Though Klebl acknowledges that some people view the heat pump as a "mystery" because the technology hasn’t been consistently deployed in American home-temperature regulation, he points out that heat pumps are found in almost every American home in the form of a refrigerator. A heat pump transfers energy from one space to another rather than creating new energy. In the case of refrigerators, it transfers energy out to keep the inside cold. In the case of a home, it can transfer energy in or out based on need.
An ERV system also allows homeowners to monitor air quality, both in terms of carbon dioxide and volatile organic compounds. People can set the maximum amount they want of each in parts per million, and the system automatically kicks in if that level is exceeded. New systems can add UV sanitizers for further cleansing, but Chang and Klebl both say they’re rarely sick even with the older models — and Chang has young children, notorious for transferring germs.
The Louisville green codes require people to install solar panels on their homes or buy into a solar farm. All 28 of the Geos homes have solar arrays on their roofs, which adds an extra cost. But because of the solar panels, homeowners don’t have to pay utility bills — a big benefit, given rising Xcel bills across the state. If residents do have utility bills, it’s likely because they charge electric cars.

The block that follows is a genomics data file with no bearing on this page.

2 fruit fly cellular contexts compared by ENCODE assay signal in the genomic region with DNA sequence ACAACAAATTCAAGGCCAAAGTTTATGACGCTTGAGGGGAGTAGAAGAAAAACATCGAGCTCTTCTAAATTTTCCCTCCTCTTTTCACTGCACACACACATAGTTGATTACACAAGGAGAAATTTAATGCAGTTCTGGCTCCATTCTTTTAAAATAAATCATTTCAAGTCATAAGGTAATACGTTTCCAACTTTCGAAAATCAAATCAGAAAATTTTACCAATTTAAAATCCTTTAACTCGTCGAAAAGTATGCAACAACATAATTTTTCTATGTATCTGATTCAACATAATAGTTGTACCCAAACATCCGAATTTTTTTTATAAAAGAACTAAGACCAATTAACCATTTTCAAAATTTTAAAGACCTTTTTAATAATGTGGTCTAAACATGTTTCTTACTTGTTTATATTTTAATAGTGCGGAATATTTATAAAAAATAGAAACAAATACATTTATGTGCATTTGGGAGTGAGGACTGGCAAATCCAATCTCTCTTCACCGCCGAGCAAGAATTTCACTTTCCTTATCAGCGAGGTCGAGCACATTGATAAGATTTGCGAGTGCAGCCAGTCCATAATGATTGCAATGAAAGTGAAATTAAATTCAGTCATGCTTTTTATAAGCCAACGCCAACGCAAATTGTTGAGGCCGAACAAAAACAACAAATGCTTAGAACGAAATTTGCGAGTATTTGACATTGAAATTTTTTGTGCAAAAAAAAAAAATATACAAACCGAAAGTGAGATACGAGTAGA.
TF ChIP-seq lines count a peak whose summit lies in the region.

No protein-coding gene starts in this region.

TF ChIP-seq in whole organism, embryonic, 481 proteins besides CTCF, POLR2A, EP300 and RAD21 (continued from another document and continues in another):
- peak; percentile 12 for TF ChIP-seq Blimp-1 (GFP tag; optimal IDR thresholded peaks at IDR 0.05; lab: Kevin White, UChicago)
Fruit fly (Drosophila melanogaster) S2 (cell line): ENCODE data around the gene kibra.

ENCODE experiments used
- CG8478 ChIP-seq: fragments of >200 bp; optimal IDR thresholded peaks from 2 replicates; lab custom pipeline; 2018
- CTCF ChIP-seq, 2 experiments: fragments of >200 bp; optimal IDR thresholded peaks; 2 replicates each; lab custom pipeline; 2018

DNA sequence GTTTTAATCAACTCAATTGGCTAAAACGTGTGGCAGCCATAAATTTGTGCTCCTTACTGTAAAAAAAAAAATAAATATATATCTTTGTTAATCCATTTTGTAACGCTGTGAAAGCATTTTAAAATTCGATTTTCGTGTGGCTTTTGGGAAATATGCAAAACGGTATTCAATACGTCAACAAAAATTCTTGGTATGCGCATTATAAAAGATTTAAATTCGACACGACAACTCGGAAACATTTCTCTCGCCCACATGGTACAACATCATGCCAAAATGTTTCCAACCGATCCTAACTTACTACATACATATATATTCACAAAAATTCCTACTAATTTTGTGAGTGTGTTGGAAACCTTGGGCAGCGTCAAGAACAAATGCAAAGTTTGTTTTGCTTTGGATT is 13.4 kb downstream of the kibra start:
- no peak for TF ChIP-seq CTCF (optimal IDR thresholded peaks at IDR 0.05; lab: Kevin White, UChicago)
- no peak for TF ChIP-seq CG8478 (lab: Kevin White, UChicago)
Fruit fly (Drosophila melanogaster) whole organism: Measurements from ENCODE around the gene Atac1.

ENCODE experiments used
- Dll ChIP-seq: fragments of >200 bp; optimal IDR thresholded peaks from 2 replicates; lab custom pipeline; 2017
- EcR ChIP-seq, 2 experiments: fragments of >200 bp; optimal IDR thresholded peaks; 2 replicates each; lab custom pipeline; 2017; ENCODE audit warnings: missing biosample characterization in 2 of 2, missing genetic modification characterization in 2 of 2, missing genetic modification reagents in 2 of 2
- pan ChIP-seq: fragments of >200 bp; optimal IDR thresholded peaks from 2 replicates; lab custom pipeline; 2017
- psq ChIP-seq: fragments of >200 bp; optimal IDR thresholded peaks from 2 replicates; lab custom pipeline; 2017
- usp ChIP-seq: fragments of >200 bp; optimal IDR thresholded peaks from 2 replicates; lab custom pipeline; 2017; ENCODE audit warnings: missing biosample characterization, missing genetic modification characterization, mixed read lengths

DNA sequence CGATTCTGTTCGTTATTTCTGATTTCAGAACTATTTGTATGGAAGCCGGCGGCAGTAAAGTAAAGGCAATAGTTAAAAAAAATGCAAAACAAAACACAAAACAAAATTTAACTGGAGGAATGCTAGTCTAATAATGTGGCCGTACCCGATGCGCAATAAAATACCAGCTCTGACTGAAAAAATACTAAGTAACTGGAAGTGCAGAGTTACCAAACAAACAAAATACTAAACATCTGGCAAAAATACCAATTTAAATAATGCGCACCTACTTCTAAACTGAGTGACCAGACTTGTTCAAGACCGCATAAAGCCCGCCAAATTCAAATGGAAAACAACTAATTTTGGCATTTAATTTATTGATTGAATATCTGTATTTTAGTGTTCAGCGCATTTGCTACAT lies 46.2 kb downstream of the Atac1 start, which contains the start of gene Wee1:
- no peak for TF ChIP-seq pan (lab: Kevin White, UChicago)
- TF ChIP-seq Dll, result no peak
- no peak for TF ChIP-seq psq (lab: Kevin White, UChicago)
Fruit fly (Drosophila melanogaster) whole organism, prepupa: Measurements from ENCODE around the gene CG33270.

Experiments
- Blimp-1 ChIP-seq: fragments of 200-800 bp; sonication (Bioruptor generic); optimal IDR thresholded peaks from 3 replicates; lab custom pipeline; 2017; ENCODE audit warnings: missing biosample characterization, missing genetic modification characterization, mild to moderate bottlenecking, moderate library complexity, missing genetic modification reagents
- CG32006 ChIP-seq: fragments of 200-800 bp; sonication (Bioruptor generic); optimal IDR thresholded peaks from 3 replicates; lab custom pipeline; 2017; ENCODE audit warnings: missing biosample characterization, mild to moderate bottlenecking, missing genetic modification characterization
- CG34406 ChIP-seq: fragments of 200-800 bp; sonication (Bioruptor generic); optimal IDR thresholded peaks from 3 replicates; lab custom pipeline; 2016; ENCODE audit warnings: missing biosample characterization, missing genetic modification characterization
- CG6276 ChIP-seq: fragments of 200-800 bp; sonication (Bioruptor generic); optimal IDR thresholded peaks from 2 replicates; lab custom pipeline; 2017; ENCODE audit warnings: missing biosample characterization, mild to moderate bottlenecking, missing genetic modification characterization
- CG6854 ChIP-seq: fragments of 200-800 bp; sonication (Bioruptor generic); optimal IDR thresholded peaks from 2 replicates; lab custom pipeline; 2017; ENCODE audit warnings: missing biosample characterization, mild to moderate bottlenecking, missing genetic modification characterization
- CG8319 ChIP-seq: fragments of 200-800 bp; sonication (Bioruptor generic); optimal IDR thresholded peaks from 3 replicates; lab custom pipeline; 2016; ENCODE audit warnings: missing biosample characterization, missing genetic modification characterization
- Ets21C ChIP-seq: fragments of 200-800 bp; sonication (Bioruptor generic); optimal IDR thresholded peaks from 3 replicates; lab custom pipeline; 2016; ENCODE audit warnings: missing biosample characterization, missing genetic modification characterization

Building costs can also increase depending on the size of the home and whether it shares walls with other residences. Small Geos homes or townhouses, such as Klebl’s, use non-geothermal heat pumps. Single-family homes over 2,000 square feet use geothermal heat pumps, which adds an extra cost. Geothermal heat pumps function the same way as other pumps but require a 300-foot-deep hole drilled into the ground so that they can become more energy efficient by using the stable ground temperature, 55 degrees in Colorado, as a baseline rather than ambient air. If everyone in a neighborhood got together and paid for the drilling needed for those pumps, it would allow them to split the $15,000 cost of drilling, Klebl says.
In all, building green in Geos added $20,000 for homes under 2,000 square feet, and $35,000 for homes over 2,000 square feet — plus the cost of solar panels. But Klebl notes that Xcel offers rebates for solar energy, and the company is offering additional rebates of $10,000 or more for people rebuilding from the fire who build new homes that are more energy-efficient. Chang's home cost $600,000; according to Zillow, the average Arvada home value is around $642,000.
Klebl thinks that one reason the reconstruction estimates have been higher in Louisville is that builders are resistant to change. They’re familiar with contractors who can install traditional air-conditioning systems, windows, furnaces and insulation reliably, and don’t want to have to switch to other contractors or re-educate their current ones.
“It's actually a process of change, and they don't want that at the moment,” he says. “They are also busy because there's a shortage of homes, and so they say, ‘Why the heck should I get the headache of having to do something else?’”
Chang has an answer, one derived from his own experiences with disaster: The impacts of climate change, including the Marshall fire, will continue to increase in frequency unless a significant effort is made to make homes greener, he says.